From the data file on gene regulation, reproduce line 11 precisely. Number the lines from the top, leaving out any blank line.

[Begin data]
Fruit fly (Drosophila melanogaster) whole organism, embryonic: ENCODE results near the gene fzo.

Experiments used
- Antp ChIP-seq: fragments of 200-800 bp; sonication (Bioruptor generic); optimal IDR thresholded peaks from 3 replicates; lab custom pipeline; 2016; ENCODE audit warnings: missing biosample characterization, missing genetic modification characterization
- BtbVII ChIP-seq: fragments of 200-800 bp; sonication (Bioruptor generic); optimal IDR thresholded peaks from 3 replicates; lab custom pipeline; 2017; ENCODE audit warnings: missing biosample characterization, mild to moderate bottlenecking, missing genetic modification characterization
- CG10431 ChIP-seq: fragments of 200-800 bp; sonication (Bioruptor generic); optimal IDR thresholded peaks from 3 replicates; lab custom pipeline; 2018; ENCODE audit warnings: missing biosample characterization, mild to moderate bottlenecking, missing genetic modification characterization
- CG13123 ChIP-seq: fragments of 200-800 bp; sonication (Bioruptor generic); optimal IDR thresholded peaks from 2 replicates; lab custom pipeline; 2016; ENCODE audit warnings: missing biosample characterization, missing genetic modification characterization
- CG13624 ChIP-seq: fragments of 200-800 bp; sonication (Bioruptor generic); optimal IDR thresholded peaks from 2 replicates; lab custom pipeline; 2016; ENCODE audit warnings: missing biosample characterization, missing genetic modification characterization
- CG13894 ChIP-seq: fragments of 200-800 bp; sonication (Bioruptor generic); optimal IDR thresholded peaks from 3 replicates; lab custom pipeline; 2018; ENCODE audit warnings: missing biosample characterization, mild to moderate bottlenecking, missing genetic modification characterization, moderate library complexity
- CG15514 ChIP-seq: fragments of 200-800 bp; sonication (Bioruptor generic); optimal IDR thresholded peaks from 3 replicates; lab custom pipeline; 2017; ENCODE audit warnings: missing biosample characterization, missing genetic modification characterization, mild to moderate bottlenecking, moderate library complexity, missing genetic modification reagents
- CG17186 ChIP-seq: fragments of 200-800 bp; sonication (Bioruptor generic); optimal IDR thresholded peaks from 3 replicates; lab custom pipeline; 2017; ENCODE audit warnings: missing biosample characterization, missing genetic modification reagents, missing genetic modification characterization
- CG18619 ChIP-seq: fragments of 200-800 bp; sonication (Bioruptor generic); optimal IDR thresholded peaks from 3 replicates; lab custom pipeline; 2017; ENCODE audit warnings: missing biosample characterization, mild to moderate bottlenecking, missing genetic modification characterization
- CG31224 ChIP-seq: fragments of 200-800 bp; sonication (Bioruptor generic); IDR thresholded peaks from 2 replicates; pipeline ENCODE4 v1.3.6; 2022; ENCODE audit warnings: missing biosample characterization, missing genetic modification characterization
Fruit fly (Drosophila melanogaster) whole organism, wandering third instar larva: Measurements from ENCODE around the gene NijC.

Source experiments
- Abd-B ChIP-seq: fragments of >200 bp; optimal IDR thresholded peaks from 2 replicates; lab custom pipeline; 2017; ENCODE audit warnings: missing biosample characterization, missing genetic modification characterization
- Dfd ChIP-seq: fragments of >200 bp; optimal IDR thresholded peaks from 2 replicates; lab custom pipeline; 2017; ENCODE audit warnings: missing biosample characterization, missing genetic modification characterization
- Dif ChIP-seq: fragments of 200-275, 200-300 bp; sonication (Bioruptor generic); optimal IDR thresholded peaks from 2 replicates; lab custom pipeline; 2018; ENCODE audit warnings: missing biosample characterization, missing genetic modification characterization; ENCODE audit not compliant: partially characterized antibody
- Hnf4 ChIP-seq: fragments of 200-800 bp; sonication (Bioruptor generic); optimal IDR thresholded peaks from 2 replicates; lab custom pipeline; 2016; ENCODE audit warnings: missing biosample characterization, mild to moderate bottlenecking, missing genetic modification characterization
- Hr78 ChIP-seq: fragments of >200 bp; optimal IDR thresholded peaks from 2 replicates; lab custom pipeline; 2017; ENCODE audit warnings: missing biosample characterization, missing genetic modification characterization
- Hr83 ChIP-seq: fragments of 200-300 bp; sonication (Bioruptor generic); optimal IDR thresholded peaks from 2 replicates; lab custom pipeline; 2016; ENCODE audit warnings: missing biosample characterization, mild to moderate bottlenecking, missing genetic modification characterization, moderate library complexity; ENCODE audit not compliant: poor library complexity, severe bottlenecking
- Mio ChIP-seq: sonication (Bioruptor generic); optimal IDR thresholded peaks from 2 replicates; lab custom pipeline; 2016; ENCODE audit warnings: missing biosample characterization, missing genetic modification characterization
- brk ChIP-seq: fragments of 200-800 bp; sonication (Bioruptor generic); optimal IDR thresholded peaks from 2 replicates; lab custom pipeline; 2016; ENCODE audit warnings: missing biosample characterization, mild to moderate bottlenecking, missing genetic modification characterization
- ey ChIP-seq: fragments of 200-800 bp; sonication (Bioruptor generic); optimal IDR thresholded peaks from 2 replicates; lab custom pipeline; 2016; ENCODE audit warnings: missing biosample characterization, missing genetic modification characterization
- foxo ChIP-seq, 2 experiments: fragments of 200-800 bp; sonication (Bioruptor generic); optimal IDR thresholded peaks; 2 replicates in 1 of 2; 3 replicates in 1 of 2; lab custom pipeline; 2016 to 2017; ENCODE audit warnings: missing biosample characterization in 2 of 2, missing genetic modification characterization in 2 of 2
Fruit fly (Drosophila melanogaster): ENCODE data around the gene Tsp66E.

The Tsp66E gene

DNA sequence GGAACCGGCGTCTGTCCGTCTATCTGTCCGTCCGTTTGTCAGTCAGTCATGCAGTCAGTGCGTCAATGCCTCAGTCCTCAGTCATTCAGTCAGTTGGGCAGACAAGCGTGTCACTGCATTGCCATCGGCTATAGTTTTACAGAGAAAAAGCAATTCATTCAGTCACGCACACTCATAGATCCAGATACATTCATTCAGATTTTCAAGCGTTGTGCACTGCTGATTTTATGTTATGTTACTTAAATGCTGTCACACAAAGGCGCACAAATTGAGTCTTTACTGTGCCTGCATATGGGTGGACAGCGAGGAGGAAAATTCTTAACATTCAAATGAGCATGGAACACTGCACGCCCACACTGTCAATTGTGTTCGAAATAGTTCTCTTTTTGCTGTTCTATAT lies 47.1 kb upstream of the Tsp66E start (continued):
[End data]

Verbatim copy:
- CG18619 ChIP-seq: fragments of 200-800 bp; sonication (Bioruptor generic); optimal IDR thresholded peaks from 3 replicates; lab custom pipeline; 2017; ENCODE audit warnings: missing biosample characterization, mild to moderate bottlenecking, missing genetic modification characterization